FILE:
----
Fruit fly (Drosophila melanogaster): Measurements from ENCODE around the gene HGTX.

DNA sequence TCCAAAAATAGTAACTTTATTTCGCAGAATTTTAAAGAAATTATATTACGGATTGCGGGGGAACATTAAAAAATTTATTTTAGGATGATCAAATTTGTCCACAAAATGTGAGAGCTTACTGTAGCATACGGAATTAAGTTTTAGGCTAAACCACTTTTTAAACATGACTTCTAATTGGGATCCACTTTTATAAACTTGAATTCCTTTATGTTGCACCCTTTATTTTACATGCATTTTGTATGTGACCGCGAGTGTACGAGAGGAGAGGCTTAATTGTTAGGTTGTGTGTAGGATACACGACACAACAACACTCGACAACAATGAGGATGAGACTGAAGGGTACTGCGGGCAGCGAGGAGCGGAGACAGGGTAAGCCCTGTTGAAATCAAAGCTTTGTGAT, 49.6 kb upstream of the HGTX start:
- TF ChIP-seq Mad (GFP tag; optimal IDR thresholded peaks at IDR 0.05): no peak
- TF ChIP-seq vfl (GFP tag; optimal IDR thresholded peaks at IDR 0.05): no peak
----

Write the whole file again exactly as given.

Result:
Fruit fly (Drosophila melanogaster): Measurements from ENCODE around the gene HGTX.

DNA sequence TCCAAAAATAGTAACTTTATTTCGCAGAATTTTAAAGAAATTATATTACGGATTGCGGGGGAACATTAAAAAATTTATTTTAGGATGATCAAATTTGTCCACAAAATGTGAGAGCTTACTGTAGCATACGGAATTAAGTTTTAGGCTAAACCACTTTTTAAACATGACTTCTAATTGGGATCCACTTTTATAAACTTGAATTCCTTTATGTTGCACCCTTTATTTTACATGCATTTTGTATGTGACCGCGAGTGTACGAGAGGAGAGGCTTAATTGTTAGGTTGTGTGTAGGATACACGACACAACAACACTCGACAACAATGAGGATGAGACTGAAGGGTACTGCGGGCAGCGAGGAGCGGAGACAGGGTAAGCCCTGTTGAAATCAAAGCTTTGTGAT, 49.6 kb upstream of the HGTX start:
- TF ChIP-seq Mad (GFP tag; optimal IDR thresholded peaks at IDR 0.05): no peak
- TF ChIP-seq vfl (GFP tag; optimal IDR thresholded peaks at IDR 0.05): no peak